Ethiopia's Prime Minister Hailemariam Desalegn (center L) greets US President Barack Obama as he arrives aboard Air Force One at Bole International Airport in Addis Ababa, Ethiopia July 26, 2015.

Addis Ababa – For an insular country like Ethiopia, the first visit by a United States President is a thrill.

And even if Obamamania has not struck this country quite as much as it gripped Kenya over the last three days, it is certainly generating excitement.

Obama flew into Addis Ababa on Sunday after paying his first visit to Kenya, the birthplace of his father, since he became president in 2009.

It was also the first visit to that country by an incumbent US president.

Obama had visited both countries before that, coming to Ethiopia once before as the junior US Senator for Illinois in July 2006, when he was virtually unknown here as elsewhere.

Even so, his election in November 2008 was followed keenly and his inauguration transmitted live on the rather usually staid national TV in January 2009.

However, with the passage of time, the naming of barber shops, khat houses, internet cafes and the memes after him has died down.

Now in the twilight years of his presidency, Obama is not as fascinating to Ethiopians as he was back then.

But his impending presence in the flesh certainly set Addis Ababa buzzing, especially with debate about his huge security entourage.

FM Radio stations competing for viewership have been full of stories of the leaked travel itinerary plan, the security measures he took in Kenya, while social media has been buzzing with “photos” of low flying US helicopters and Hercules planes at the Bole Addis Ababa International Airport, preparing for his arrival here.

Unlike Kenya, though, there has not been tons of Obama paraphernalia sold on the streets here.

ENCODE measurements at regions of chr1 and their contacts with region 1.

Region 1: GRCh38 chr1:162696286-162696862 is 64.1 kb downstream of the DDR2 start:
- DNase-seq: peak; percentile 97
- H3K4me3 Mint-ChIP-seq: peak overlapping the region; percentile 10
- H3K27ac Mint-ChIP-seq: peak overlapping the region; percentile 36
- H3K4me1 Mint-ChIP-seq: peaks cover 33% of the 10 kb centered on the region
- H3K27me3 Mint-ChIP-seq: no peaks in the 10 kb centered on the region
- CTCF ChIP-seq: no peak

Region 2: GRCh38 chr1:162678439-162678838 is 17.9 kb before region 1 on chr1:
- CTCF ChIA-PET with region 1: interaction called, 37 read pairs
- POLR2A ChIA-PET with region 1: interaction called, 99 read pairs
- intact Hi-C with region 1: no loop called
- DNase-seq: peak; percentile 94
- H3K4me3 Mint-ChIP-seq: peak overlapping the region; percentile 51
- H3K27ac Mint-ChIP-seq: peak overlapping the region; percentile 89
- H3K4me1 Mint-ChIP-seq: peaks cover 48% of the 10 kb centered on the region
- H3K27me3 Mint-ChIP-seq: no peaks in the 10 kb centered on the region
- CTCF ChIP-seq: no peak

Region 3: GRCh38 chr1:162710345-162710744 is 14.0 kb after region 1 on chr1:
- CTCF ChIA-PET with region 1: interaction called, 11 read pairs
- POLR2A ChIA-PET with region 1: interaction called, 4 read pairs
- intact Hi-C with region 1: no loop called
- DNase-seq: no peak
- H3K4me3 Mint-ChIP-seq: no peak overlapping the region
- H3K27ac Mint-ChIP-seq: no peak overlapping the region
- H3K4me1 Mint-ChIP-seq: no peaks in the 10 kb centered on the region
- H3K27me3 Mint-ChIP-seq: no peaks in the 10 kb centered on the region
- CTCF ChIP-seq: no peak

Residents seem resigned to being inconvenienced by traffic congestion caused by streets being closed off to allow Obama and his entourage through.

In the normally tightly controlled media environment in Ethiopia, the visit’s implication has been more freely discussed than other issues on social media sites.

While hashtags such as “#What Obama should visit” and “#What Obama should be asked” have been trending among some activists, for most this is just a spectacle, an opportunity to see the leader of the most powerful democracy in the world on national TV.

The US also has the largest concentration of people of Ethiopian origin living outside their home country, with the ministry of foreign affairs asserting that up to about a million reside there.

This connection which many people here have with the US is adding to the interest in the visit.

Obama will on Monday hold official meetings with Prime Minister Hailemariam Desalegn and President Mulatu Teshome, where security challenges in the region including the crises in Somalia and in Africa’s youngest nation South Sudan, are likely to top the agenda.

Obama is then due to hold a joint press conference with Desalegn with local, foreign and members of the US Press Corps.

He is then scheduled to visit the African Union headquarters here to meet African Union Commission Chairperson Nkosozana Dlamini Zuma, before departing for home.